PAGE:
People often think that globalisation means that things must be at a global scale, and that anything below the global level is diminished in importance.
This stems from a wrong understanding of globalisation.
As I explained in my book The Global City (1991), globalisation has made the sub-national level more important.
In the past era when nation-states were in ascendance, nations mattered. Territorial mass and scale were important. As globalisation expanded, more countries generated what is the ultimate bridge into the global economy - global cities. Today, there are millions of cities, but about 100 of what I would consider global cities.
Global cities, not nation-states, are now the key nodes of global operational space for both economic and cultural processes.
What this means is that in a global world, one need not be a nation-state to exert influence. Cities and city-states get to play new, vital roles, no matter how little land they have.
Among the 100 global cities, I consider three to be of supreme importance: Singapore, Dubai and Hong Kong.
Few cities have achieved Singapore's strength as a key node and actor in a vast transnational operational space. Dubai is the other major global city-state today. Hong Kong has a special status within China. Hong Kong has historically been a quasi city-state, even if never fully autonomous, whether from Britain or China. It operates at another scale from Dubai and Singapore. It has a much longer history and has long been the intermediary between China and the world and the world and China.
Neither Dubai nor Singapore has this function. That makes these two even more impressive as they lacked the massiveness of a vast national economy behind them.
Both Singapore and Dubai can compensate for the lack of a massive national economy because they are both major ports. By major here, I mean not just size, but their key roles in developing and exporting a knowledge economy of how to manage and run ports.
So influential was Dubai's port administration that, shortly after the Sept 11, 2001 attacks, the Bush Administration in the United States, at one point, suggested contracting Dubai ports to manage the security of US ports. The idea was dropped when nationalist legislators in the US raised a clamour against it, but it illustrates the scope of Dubai's expertise.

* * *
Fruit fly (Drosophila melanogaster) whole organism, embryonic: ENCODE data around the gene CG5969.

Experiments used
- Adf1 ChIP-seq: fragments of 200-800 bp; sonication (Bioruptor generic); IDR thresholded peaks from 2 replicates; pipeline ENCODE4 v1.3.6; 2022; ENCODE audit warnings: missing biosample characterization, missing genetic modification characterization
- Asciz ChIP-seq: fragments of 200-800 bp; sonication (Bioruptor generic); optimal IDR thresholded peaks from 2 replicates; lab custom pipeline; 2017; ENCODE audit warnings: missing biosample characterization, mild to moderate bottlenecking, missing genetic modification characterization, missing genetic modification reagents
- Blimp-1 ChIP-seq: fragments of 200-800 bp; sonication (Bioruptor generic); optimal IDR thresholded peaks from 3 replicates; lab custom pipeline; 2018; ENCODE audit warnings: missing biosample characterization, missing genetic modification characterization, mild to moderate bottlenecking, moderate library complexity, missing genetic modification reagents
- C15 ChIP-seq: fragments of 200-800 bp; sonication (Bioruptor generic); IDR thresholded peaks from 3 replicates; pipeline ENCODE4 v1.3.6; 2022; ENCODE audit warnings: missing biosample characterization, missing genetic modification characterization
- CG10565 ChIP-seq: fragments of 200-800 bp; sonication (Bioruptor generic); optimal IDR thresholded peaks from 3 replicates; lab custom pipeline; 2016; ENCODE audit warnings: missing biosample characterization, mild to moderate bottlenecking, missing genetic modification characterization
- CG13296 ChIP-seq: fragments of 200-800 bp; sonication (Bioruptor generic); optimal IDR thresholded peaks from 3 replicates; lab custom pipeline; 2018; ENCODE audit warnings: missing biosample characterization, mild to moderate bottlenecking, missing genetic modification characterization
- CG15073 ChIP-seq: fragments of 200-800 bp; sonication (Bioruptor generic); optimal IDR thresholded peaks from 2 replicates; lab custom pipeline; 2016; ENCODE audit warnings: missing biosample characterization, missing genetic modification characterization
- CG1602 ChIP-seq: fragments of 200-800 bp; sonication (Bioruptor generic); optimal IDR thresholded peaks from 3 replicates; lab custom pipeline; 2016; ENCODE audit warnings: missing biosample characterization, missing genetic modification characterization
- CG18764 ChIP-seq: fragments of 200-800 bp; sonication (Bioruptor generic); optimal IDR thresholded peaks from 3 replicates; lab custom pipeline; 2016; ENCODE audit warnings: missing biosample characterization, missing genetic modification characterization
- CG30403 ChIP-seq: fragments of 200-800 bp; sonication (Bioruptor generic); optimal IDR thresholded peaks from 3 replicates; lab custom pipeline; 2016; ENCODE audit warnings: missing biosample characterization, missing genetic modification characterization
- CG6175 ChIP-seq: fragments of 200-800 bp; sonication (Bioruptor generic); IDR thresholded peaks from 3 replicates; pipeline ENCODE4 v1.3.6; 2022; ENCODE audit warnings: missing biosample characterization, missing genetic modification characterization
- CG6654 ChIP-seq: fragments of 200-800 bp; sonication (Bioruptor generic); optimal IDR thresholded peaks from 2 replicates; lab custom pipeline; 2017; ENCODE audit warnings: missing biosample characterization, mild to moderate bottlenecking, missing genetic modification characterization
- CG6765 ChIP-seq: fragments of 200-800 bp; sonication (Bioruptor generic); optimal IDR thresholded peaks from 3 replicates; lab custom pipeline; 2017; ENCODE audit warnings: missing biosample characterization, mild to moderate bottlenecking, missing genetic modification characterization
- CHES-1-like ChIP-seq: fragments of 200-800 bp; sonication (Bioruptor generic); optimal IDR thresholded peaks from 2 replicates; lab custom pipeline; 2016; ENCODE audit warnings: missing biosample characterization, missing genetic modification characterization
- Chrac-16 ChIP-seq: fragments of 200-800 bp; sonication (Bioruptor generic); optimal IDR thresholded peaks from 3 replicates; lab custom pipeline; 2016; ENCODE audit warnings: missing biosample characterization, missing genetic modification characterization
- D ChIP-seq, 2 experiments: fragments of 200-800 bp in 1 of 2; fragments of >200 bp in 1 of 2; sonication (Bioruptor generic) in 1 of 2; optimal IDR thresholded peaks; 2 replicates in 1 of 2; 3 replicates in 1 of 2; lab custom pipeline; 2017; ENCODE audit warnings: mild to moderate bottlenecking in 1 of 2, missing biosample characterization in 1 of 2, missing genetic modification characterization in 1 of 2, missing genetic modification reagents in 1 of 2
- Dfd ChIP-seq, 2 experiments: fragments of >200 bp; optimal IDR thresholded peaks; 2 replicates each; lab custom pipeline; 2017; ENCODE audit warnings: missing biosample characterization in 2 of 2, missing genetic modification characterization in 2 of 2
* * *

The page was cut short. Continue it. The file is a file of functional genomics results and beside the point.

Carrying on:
With China moving towards becoming the major power in Asia and beyond, including the building of (artificial) islands to mark its power over an ocean, I envisage that Singapore and Dubai will both expand this global role in foreign ports management.
As a global city, Dubai is advancing in one area that is slightly dubious: Dubai's diverse spaces are all increasingly beginning to resemble shopping malls. This is impressive but, perhaps, undesirable in the long run. Luckily, Dubai's supermall status is not something Singapore seems keen to emulate.
CHANGING FINANCIAL CENTRE ROLE
Singapore has a key strategic financial function that Dubai does not quite have. In both cases, it is clear that the financial function is undergoing change. Dubai may eventually emerge as a leading Islamic financial centre.
In the case of Singapore, it may have lost its once almost unique status as the financial centre used by those wanting to invest in other parts of its South-east Asian hinterland. These days, investors go straight to Malaysia or Thailand, bypassing Singapore.
It now takes a mix of sectors and firms to be a major financial centre.
What global cities, such as Singapore and Hong Kong, have when it comes to finance is the capacity to be centres of production - in this case, production of financial instruments. At the very least, they have the capacity to specialise in particular sectors.
I have long been interested in bringing to the fore the variety of specialised financial centres in the global system. The leading financial centres have developed multiple specialised capacities - they cover a very broad range of financial sectors and circuits.
And yet, even here we see specialised advantages: Each dominates particular sectors where they excel and are global leaders.
New York is different from Chicago, and both of these are different from London, Hong Kong and Tokyo, and so are Frankfurt and Paris. I will leave it to Singapore's experts to establish where it dominates.
LIVE IN SINGAPORE, WORK ELSEWHERE
When it comes to liveability and strategic positioning, Singapore has, over the last few years, become far more significant as a city where people want to live in, even when their work is not necessarily in Singapore.
That makes Singapore a residential platform for people whose work space stretches well beyond.
Dubai is the ultimate residential platform in its region - with a growing number of people who work in India actually making their home in Dubai. This is a function that may become increasingly important for a certain type of city, such as Hong Kong, for example, for those who work on the mainland. In the West, this is something far less likely to happen in a city such as New York or Paris, and far more likely for Monaco and Zurich.